Rebecca Rusch
Rebecca and Sam – Photo / Michelle Andersen
Rebecca Rusch
Photo / Michelle Andersen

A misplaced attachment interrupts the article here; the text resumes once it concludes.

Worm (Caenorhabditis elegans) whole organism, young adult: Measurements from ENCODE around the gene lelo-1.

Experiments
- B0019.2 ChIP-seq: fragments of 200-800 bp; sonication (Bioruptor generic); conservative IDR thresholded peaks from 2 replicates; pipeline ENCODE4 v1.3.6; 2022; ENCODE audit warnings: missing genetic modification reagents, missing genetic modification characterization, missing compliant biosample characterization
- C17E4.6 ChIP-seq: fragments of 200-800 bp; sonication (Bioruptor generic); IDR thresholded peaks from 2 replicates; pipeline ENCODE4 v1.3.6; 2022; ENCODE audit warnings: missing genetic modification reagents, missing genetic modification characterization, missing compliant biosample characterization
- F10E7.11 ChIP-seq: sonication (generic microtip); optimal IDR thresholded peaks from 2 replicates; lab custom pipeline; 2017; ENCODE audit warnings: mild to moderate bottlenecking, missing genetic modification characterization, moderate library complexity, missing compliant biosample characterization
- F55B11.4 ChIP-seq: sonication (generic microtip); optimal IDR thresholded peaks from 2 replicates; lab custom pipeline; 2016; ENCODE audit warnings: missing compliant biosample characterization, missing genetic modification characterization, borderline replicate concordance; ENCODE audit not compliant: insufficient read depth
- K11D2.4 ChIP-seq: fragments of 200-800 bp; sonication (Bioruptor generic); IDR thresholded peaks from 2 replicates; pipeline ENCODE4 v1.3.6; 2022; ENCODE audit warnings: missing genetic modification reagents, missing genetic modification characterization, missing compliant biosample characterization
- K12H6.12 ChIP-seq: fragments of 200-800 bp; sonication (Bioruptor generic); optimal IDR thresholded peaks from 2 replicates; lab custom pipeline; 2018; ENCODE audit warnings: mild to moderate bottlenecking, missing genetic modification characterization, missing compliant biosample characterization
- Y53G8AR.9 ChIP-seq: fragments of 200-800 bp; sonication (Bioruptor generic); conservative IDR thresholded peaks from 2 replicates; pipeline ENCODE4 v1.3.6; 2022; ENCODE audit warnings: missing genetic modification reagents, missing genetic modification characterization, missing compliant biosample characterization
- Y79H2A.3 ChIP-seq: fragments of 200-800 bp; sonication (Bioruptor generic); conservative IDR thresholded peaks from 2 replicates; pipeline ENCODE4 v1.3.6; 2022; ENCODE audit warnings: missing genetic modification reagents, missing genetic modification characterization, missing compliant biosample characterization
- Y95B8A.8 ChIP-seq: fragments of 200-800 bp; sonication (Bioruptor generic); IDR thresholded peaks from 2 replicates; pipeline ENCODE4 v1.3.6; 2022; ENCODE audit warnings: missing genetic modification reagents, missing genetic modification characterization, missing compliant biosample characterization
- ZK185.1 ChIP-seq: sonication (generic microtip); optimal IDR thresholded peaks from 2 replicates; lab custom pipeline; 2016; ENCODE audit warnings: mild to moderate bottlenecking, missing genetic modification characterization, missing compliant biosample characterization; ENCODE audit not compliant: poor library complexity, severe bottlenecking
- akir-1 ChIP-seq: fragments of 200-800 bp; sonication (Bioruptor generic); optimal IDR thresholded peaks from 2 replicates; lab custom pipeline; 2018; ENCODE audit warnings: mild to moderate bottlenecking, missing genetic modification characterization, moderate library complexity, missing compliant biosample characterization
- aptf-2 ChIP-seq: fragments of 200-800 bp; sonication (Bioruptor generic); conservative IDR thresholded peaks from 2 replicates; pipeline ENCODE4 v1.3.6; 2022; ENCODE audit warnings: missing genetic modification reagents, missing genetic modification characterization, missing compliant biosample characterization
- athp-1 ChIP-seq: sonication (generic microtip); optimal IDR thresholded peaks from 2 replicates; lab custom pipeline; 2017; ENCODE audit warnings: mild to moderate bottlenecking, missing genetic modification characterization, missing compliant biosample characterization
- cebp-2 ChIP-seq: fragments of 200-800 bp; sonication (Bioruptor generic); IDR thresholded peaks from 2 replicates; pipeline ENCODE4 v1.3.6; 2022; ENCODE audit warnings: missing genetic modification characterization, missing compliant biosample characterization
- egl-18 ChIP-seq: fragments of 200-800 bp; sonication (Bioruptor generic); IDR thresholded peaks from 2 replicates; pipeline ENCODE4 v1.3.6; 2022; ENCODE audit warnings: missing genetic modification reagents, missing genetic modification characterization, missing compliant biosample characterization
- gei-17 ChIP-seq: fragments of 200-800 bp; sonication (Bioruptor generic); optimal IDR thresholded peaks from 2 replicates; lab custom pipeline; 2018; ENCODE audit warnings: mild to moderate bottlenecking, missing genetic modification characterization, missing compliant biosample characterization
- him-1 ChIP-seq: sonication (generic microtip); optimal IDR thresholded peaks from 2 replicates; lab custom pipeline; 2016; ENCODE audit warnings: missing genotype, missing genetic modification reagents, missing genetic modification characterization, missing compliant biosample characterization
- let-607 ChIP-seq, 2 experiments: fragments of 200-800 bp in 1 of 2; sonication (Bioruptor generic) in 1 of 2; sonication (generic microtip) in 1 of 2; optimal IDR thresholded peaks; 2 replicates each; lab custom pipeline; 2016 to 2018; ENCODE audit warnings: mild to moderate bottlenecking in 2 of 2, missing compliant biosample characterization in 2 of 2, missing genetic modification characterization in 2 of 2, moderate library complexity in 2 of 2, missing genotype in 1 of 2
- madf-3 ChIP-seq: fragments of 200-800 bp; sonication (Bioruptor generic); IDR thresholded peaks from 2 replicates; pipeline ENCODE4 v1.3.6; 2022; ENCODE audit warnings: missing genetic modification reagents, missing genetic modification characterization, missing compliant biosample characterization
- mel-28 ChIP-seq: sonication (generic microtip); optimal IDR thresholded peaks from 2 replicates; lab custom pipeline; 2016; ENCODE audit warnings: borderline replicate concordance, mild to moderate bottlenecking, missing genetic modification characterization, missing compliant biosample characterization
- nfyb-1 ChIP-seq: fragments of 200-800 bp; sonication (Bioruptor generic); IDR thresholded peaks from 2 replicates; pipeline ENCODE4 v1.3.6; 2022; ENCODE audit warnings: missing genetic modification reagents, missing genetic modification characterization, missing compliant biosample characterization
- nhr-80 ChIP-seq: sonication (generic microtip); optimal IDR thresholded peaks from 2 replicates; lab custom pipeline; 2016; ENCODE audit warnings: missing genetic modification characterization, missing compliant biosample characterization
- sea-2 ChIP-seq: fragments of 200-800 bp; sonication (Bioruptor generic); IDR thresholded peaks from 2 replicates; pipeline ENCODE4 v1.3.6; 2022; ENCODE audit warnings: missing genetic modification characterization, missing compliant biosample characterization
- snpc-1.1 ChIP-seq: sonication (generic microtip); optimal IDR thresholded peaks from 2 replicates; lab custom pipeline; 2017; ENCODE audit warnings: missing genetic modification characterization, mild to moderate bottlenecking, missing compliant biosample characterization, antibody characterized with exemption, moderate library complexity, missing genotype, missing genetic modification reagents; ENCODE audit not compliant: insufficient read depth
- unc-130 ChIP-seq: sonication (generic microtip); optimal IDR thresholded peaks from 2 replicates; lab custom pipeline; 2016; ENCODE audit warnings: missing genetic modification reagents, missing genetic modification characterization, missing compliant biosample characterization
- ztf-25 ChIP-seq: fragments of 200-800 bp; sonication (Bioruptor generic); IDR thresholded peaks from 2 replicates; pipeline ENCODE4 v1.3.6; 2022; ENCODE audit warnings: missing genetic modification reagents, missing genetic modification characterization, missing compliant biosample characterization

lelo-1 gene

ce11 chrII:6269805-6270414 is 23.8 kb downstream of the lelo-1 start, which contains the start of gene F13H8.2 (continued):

Trackleaders said it was a total of 444 miles, was it more than you expected? Duh yeah… I thought this was a 400 mile race?!!  Bonus miles, I guess? What was your diet like out there? The first leg to Ketchum, I was able to rely on my normal race nutrition of GU products.  From there on out it was gas station food, which consisted of a fruit smoothie, nuts, a few Kind bars, bananas.  I tried to find the most nutritious things I could there, but it was challenging.  In Stanley, I made a point of stopping at the Stanley Bakery, waiting in the line that was out the door and taking the time to order two Crag Sandwiches (egg, bacon, avocado, cheese.)  I ate one there and took one to go. It was worth it to have some real food in my stomach for the 2nd part of the journey.  I struggled towards the end and the last couple of hours my stomach was shutting down, so I just kind of stopped eating.  It’s for sure challenging to get good race nutrition when you’re dealing with convenience store products. Any “oh shit” moments? My biggest oh shit moments involved wildlife.   I was not alone out there.  I nearly got side swiped by a huge bull elk that charged across the trail in front of me. I did have an altercation with a porcupine who would not move off the single track about 20 miles from the finish.  I came in hot around a corner and there he was in the middle of the trail.  I grabbed a handful of brake, but it was too late.  His lightening fast tail whacked about 25 quills into my front tire.  I stood there staring at the quills, waiting for my tire to go flat while the little fat dude just stared at me.  I carefully pulled out each quill and said a little prayer to the Stan’s sealant gods while I kept one eye on the porcupine.  The tire seemed ok, but Mr. Porcupine kept ambling slowly down the single track in the direction I needed to go.  I yelled at him, tossed little pepples at him, but he woudn’t move.  I ended up having to shoulder my bike and bushwhack off trail to get around him.  I was certainly on his turf and he won that battle.  Luckily the tire held and I rolled into the finish without any porcupine injuries. I wasn’t really feeling prepared for a ride of this undertaking and was seriously considering just not showing up since I was so tired from RPI.  I threw my gear together overnight and was falling asleep in the car on the drive to Boise.  All the time wondering if I was making a huge mistake and trying to cram too much into one week.  But I lined up anyway.  Then we rolled out in the dark and I just followed along on the Greenbelt bike path until we hit the dirt and the first trails.  At that point, it turned to chunky, sandy double track that forced me off my bike a few times.  That’s precisely when my Garmin started telling me to “make a U turn”.  It told me this over and over again and in my head I was seriously wondering if some higher power was really sending me a message through my Garmin as I walked my bike just an hour into the ride.  The Garmin was trying to navigate me back to the start and I was pretty close to listening to it.  I pulled over to the side as about 25 people rolled by and said friendly hellos.  I grumbled inside and re-started the Garmin navigation.  I told myself that if I restarted it and it still said “make a U Turn”, then I would just go back and save Smoke N Fire for next year.  Well, the Garmin lit up and pointed me forward, not back so forward I went and I’m glad I did. What bike and bags were you using? I used Revelate Designs bags.  I’m dialing in my system of what goes where and it’s working pretty well.  I probably brought a little bit too much stuff, but I honestly thought I might be out there three days. Any piece of gear that was specifically handy out there? My iPod really came in handy for the last 10 hours when I needed a little extra motivation.  The Air 9 RDO was totally the right bike for the job too.  I was really happy with all of my gear.  Nothing much that I would change.  Maybe I would add aero bars. Rebecca RuschWhat can we expect to see from you as far as ultra endurance events down the road? I’ve had my eye on the Colorado Trail Race and Arizona Trail Race for a while.  I’m not sure yet, but whatever I choose, it’ll be one that is in beautiful country with beautiful riding.  That is super important to me.  I won’t do something that hard if it doesn’t engage my soul. Anyone you would like to thank? Greg Martin, my husband and pretty damn good bike racer, has the most unbelievable patience with me and my little adventures.  Jay Petervary has given me some great advice and little nudges here and there. And Niner, SRAM, Red Bull and GU for never forcing me to do any certain event, but instead allowing me to choose what’s best for me and what inspires me most. And Norb for putting on a cool event that showcases the beauty of Idaho.